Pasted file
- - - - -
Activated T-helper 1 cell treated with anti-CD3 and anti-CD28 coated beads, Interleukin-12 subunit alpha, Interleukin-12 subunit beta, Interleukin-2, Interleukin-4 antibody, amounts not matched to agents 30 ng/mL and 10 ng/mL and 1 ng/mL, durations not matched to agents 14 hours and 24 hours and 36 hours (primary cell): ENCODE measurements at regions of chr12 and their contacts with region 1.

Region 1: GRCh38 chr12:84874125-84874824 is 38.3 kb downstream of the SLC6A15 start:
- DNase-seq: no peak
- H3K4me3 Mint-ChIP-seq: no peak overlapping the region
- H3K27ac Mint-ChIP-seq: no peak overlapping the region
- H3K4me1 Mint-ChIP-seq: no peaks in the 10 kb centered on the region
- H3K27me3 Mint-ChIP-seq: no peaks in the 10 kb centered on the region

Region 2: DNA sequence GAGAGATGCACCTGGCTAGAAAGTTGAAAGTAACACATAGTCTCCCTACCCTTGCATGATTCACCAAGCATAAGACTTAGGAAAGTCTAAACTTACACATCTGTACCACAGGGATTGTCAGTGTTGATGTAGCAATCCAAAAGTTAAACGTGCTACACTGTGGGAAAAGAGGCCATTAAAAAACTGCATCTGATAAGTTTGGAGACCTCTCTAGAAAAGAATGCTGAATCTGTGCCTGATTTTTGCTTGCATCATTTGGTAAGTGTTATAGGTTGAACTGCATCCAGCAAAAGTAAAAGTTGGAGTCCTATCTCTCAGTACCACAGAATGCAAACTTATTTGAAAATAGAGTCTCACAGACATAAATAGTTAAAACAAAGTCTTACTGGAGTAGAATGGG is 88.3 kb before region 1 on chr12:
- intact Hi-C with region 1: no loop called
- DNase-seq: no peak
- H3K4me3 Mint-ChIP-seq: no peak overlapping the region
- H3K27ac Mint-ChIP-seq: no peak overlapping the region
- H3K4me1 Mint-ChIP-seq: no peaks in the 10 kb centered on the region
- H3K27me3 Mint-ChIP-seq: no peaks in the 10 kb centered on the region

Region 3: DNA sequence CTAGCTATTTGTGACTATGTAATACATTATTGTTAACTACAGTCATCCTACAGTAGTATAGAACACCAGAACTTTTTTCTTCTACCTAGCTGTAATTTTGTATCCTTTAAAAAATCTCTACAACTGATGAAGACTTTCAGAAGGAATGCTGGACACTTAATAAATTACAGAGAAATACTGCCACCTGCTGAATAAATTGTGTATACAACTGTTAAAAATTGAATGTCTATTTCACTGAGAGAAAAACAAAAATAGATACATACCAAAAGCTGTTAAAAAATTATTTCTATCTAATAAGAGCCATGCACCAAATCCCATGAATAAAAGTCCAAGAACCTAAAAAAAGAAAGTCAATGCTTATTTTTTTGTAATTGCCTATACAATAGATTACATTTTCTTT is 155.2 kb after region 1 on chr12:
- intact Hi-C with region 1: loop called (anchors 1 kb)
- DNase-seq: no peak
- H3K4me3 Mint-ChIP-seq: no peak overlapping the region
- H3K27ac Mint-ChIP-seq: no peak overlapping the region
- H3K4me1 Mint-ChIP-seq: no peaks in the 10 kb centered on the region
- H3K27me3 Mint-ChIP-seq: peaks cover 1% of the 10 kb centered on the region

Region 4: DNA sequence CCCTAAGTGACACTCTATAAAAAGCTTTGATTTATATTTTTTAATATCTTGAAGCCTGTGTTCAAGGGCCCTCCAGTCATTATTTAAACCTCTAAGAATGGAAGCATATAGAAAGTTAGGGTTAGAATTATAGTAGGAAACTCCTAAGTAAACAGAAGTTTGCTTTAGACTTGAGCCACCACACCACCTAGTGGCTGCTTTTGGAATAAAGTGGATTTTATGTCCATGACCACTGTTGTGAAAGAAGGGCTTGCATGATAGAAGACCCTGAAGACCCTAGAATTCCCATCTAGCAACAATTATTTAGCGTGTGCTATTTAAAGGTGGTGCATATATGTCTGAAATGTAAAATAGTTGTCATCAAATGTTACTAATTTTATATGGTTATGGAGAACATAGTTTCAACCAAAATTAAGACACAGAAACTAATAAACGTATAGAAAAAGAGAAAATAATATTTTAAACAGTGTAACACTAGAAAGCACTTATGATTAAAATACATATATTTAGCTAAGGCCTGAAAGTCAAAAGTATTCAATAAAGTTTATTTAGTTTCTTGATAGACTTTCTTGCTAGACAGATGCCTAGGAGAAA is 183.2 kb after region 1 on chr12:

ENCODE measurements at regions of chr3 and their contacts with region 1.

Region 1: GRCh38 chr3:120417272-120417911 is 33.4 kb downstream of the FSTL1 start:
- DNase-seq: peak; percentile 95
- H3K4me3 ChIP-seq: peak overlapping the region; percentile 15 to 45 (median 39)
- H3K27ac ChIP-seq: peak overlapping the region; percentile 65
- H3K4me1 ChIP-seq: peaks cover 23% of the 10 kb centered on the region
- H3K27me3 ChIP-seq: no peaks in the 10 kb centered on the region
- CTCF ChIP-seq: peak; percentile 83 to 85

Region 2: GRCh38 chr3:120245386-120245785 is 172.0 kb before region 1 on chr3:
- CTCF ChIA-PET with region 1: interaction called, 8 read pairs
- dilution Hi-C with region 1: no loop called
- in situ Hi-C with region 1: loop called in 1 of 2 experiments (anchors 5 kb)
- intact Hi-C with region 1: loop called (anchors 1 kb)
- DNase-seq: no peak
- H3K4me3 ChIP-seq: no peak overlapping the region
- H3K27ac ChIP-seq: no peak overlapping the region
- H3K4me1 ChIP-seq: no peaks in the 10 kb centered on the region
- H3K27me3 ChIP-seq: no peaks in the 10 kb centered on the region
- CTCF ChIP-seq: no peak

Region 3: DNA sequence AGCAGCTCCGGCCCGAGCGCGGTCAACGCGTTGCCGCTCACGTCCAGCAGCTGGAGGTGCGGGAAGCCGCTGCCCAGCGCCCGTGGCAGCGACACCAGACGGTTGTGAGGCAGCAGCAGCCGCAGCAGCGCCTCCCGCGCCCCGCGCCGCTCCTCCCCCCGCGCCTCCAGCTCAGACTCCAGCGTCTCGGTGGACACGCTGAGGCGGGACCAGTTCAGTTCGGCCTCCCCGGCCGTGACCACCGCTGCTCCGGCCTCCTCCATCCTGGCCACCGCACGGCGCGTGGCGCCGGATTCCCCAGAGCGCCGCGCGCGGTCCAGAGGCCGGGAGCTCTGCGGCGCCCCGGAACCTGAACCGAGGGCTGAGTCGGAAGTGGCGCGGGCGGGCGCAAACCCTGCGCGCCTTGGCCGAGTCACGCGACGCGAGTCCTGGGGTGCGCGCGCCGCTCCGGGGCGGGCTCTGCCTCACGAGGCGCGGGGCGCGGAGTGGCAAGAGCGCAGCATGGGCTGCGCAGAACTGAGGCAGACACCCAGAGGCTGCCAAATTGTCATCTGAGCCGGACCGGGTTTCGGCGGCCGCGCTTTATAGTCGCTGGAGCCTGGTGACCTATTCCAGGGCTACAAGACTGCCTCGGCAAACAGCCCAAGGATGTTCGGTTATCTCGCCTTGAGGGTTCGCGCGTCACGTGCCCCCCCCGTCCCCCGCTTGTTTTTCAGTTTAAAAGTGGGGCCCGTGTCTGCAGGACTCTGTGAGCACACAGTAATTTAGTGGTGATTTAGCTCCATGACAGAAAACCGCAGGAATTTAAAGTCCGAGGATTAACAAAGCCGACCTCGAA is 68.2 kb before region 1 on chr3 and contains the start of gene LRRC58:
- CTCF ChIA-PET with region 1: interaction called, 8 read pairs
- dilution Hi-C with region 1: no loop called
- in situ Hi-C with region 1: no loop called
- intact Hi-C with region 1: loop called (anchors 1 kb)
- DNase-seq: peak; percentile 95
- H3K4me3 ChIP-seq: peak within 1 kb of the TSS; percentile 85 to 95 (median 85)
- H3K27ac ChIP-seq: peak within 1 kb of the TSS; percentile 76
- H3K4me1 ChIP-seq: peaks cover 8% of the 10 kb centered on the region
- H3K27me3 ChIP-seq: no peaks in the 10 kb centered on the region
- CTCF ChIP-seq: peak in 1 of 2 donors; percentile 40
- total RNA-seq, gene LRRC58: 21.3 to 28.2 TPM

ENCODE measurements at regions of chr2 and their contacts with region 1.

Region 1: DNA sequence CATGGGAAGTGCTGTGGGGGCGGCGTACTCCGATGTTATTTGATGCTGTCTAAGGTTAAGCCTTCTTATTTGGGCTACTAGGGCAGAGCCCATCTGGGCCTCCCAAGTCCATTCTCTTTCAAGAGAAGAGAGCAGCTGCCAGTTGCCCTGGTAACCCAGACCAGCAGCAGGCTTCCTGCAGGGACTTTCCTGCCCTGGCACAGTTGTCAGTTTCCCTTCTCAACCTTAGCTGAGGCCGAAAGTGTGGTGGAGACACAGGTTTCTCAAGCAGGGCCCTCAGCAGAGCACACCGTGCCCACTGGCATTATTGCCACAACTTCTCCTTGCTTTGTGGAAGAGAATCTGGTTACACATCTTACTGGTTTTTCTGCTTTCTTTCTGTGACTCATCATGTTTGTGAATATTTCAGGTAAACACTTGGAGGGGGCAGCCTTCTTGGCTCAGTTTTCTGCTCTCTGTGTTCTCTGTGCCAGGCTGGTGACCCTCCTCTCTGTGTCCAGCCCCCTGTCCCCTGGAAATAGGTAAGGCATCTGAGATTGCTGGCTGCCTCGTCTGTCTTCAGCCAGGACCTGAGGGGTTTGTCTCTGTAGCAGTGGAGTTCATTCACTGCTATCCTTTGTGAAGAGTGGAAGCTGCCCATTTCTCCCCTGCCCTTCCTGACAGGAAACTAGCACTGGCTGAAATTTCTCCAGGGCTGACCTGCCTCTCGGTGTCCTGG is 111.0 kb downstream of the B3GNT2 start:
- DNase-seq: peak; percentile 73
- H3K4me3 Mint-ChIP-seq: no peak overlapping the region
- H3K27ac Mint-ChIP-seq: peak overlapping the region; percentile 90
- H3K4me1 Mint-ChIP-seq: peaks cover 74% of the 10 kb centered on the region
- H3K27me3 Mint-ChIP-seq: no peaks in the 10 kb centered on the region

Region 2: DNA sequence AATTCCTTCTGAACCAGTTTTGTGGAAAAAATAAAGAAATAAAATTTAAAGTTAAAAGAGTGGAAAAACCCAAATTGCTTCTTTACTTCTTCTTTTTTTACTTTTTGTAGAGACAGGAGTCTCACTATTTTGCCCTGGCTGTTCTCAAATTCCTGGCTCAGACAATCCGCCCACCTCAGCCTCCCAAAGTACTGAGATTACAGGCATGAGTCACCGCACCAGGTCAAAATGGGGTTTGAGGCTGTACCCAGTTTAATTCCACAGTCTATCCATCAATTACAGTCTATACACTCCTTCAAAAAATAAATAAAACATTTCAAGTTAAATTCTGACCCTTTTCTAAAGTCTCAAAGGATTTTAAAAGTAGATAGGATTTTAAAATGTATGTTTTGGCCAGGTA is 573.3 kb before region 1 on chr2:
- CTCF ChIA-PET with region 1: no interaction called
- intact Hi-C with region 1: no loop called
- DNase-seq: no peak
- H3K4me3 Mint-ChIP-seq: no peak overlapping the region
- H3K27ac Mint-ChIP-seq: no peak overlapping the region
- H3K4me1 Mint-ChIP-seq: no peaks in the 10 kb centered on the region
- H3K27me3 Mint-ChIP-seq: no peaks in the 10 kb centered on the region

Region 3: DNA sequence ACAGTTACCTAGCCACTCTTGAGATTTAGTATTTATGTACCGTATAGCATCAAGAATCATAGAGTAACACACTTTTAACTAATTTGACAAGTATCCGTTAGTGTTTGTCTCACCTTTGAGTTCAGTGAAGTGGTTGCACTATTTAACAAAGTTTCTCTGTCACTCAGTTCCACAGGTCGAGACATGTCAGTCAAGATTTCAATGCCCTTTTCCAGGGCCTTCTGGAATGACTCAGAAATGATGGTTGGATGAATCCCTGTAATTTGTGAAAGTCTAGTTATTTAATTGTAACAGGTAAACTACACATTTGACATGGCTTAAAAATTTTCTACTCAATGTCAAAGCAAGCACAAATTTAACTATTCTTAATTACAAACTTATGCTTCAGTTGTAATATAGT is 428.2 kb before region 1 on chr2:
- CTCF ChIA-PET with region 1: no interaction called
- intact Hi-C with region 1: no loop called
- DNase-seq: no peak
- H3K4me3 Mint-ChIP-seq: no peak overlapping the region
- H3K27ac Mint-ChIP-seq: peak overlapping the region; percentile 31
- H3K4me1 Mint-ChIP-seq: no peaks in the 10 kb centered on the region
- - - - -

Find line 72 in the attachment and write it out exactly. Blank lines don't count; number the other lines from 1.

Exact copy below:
- DNase-seq: no peak